Unlocking the potential of automation

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Poppy Aston

Poppy Aston, Graduate Management Trainee, provides us with her insights into the Automation project she was involved with during her 4-month placement with IT Services – taking the reins from Kitt Holohan, our previous Graduate Trainee. Poppy was quick to get up to speed with the technology and displayed an impressive tenacity in progressing the project. Best of luck in your next placement, Poppy – we’ll miss you! 

First things first: Let’s talk about RPA – Robotic Process Automation. RPA is fundamentally changing many industries, including the Higher Education sector. It uses software ‘robots’ to automate human activities that are repetitive, manual and rule-based. This makes it an extremely powerful tool that any organisation could harness to drive efficiency.  

Common misconceptions associate RPA with the loss of jobs; but RPA is really about freeing up (human) time to focus on more value-adding tasks, such as improving the staff and student experience at the University.  

RPA: Supporting the Digital Strategy

Automation is a key theme in the first pillar of the Digital Strategy: Increasing University Efficiency. We’ve targeted many areas across the University and have multiple RPA tools at our disposal such as Leapwork, ServiceNow and Power Automate. These tools allow us to automate a variety of different processes, across different systems – whether that’s running reports or manually updating students’ data. The possibilities are endless.  

By the end of Kitt’s placement with IT Services, back in May – which was Phase 1 of the RPA project – we had 50 potential automation process submitted to consider. When I joined the Business Partnering Team, I picked up Phase 2: prioritising the automations, and working with the Quality Assurance (QA) team and wider business to implement them. Here are a few things I learnt along the way: 

6 things to consider when prioritising automations

  1. Is that process automatable?  
  1. Is it highly manual, repetitive, and rules-based? If so, then it may be a good candidate!  
  1. How many hours will prioritising this process save annually?  
  1. What’s the scale of IT Services resource needed to implement this automation?  
  1. What impact will automating this process have on the student or staff experience?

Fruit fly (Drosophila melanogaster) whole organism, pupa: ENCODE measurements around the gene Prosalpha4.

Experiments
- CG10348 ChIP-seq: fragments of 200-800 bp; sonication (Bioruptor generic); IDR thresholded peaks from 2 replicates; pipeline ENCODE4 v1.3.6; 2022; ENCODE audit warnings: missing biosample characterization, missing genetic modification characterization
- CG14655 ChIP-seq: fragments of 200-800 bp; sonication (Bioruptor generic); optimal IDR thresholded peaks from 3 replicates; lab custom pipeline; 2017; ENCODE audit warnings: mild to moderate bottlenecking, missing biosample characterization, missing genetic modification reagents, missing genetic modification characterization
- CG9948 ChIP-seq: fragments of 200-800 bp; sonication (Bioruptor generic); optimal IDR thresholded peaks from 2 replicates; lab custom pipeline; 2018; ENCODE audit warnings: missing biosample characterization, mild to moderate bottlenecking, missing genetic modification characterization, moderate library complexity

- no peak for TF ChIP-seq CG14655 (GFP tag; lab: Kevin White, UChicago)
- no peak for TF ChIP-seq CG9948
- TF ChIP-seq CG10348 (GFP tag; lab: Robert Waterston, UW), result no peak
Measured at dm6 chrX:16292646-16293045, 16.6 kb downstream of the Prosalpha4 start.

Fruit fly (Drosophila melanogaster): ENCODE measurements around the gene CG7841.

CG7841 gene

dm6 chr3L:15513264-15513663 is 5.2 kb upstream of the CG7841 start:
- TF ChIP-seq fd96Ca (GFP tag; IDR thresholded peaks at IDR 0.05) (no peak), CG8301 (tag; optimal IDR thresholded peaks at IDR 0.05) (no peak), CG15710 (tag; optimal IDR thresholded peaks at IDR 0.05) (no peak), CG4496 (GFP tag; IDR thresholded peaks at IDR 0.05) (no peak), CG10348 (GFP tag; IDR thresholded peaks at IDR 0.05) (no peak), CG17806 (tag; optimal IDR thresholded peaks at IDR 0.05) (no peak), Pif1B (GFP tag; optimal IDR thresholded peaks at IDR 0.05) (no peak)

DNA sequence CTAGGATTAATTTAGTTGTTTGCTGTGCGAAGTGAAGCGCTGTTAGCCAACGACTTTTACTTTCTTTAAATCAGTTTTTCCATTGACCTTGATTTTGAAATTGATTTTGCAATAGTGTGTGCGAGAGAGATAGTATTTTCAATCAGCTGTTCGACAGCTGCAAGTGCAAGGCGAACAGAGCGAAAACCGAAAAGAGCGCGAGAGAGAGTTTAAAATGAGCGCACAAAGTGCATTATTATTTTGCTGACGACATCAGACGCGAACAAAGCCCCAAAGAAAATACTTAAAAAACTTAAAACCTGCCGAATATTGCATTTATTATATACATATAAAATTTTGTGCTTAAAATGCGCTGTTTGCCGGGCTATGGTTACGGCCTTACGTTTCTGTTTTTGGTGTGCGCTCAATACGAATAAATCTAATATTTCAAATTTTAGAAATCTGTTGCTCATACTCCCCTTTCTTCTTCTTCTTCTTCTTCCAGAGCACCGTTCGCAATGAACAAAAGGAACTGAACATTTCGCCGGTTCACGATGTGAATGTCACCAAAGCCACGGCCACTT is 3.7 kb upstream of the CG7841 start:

1. How does this strategically align to IT priority areas, the University’s Strategic Pillars, and Covid-19 recovery?  

3 things to consider when engaging with the business

The biggest thing I’ve learnt from working with the business is the importance of engagement. This plays a huge role in the success and speed that we’re able to work with the business to automate their process. 

  1. Communication is key: Questions and expectations of the process owner need to be effectively communicated on both sides at all stages.  
  1. Sometimes, there are unexpected blockers: When this happens, it’s essential to adapt, work with and keep the business informed, to maintain trust and buy-in.  
  1. Keep building new relationships: Continue to scope, meet and liaise with teams across the University to promote RPA and its capabilities. This creates a steady stream of incoming processes for the backlog and provides a unique understanding of other areas across the University. 

What we’ve achieved so far

During my placement, we were able to automate processes for areas including Human Resources, External Relations and Academic Services. These processes relied on a range of different platforms such as Excel, Core, Canvas, MOVEon, Banner, Contensis and Scientia. This has given us a broad set of case studies which we’ll be able to use in future to attract more buy-in from the business. Most importantly, it means we have achieved around 1,200 hours in efficiency savings. 

We’ve also considerably built up the RPA backlog; we have processes that are ready to automate from across the University, which – once automated – would contribute around 1,500 hours in efficiency savings.  

What’s next for automation at the University?

It’s important that we continue the momentum in seeking support for automation as we progress with the Digital Strategy.  There’s a lot of potential across the University, with many areas which we need to keep targeting – including IT Services!  

The hope is that, eventually, our automation will be widely scaled across the University – empowering teams to engage in more high value and interesting work. If you’d like to know more or submit a process for automation, contact the QA team for more information.  

Reflections on my placement in IT Services

This placement pushed me outside of my comfort zone – but in doing so, I’ve learnt so much and developed professionally. My biggest surprise, and takeaway, is that with willingness, an open mind and a touch of tenacity, anyone can understand and become an ambassador for automation.